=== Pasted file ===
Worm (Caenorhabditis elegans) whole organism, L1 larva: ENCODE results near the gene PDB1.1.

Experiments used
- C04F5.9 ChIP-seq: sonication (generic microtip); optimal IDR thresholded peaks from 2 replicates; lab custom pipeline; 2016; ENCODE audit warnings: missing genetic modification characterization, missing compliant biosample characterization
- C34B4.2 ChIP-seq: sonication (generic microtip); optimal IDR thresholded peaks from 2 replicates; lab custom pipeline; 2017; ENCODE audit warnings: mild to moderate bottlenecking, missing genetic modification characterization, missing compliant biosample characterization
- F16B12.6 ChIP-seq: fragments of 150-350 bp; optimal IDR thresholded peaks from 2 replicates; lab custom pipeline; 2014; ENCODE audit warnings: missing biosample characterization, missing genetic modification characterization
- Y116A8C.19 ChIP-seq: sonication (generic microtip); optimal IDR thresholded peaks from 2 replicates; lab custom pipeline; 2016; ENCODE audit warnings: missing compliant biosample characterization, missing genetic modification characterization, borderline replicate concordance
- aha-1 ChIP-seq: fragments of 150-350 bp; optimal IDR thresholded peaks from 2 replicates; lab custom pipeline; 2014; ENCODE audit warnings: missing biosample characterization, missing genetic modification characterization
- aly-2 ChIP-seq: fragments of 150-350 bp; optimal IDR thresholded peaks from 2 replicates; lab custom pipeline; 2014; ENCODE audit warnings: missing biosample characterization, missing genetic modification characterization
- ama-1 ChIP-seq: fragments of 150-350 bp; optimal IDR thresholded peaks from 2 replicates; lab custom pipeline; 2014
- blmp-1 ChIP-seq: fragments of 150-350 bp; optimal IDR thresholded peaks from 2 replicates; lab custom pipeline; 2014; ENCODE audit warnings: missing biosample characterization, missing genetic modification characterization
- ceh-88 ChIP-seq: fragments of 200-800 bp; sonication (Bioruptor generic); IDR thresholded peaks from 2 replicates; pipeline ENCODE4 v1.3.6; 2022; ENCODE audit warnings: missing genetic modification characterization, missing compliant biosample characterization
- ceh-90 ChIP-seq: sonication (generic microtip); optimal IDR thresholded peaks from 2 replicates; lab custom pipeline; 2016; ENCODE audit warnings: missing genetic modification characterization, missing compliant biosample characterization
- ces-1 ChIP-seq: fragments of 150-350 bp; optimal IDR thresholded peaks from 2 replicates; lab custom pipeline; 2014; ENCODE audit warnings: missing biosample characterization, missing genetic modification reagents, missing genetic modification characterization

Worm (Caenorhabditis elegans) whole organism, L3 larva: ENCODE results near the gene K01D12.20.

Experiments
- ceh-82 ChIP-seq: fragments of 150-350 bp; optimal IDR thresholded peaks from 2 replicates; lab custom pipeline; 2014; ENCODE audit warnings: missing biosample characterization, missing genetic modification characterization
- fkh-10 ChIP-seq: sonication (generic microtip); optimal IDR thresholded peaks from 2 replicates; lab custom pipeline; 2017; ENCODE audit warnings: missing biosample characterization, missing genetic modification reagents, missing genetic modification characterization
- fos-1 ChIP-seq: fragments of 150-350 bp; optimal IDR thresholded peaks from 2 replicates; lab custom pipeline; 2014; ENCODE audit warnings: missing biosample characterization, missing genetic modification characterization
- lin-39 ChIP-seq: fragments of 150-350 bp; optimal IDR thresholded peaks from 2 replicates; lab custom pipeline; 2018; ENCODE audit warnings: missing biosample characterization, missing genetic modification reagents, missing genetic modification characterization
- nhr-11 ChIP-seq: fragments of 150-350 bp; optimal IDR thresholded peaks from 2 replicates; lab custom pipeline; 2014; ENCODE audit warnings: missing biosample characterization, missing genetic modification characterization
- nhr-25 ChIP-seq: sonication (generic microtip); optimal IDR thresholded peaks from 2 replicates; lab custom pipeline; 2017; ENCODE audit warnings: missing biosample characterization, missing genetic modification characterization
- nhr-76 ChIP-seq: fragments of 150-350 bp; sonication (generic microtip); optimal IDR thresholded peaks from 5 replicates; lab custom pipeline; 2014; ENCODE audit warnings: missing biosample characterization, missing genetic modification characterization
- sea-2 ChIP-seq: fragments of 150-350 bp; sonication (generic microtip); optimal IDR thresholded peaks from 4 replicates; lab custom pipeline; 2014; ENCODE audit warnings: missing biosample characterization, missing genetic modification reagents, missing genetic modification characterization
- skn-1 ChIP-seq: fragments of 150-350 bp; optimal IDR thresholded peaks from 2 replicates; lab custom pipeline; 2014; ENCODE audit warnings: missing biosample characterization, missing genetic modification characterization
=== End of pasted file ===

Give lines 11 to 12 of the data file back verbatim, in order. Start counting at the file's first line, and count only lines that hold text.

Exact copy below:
- ceh-88 ChIP-seq: fragments of 200-800 bp; sonication (Bioruptor generic); IDR thresholded peaks from 2 replicates; pipeline ENCODE4 v1.3.6; 2022; ENCODE audit warnings: missing genetic modification characterization, missing compliant biosample characterization
- ceh-90 ChIP-seq: sonication (generic microtip); optimal IDR thresholded peaks from 2 replicates; lab custom pipeline; 2016; ENCODE audit warnings: missing genetic modification characterization, missing compliant biosample characterization